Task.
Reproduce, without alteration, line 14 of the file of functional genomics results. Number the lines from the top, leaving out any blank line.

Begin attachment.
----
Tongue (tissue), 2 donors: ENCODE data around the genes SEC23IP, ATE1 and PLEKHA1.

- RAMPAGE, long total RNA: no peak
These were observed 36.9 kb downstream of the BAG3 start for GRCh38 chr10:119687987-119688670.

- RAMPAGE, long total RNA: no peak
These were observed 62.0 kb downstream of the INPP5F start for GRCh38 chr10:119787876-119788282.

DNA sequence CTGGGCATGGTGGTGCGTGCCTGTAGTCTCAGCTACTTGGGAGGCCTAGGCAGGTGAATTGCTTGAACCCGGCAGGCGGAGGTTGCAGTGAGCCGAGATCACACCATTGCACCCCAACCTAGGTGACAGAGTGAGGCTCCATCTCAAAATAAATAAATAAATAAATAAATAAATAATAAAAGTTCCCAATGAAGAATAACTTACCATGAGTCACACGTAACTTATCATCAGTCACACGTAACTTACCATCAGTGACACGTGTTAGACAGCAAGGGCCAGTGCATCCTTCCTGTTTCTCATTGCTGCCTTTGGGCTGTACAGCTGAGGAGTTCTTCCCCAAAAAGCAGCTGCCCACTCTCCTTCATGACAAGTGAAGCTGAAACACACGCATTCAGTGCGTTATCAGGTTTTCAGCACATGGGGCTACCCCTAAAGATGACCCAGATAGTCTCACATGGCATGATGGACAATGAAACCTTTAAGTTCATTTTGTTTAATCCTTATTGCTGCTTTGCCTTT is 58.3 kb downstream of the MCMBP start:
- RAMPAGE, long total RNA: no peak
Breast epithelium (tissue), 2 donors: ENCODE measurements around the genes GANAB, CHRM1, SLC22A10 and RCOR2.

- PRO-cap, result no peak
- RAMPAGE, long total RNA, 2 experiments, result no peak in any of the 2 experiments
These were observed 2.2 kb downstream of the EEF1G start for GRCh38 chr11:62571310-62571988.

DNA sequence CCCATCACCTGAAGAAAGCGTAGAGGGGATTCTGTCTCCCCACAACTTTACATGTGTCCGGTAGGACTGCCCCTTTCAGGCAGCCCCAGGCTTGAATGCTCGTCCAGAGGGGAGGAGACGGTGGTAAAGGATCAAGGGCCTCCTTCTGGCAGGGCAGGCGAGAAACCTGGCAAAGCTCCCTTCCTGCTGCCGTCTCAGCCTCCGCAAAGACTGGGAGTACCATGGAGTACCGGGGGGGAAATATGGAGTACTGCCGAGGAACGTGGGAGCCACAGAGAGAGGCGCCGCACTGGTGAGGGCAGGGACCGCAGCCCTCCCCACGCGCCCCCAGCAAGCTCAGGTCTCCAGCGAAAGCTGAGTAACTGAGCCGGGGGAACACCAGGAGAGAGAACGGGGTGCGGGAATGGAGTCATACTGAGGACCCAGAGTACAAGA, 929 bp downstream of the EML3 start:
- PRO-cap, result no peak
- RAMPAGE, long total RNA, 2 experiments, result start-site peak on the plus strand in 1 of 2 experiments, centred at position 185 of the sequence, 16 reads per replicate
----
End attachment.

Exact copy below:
- RAMPAGE, long total RNA, 2 experiments, result start-site peak on the plus strand in 1 of 2 experiments, centred at position 185 of the sequence, 16 reads per replicate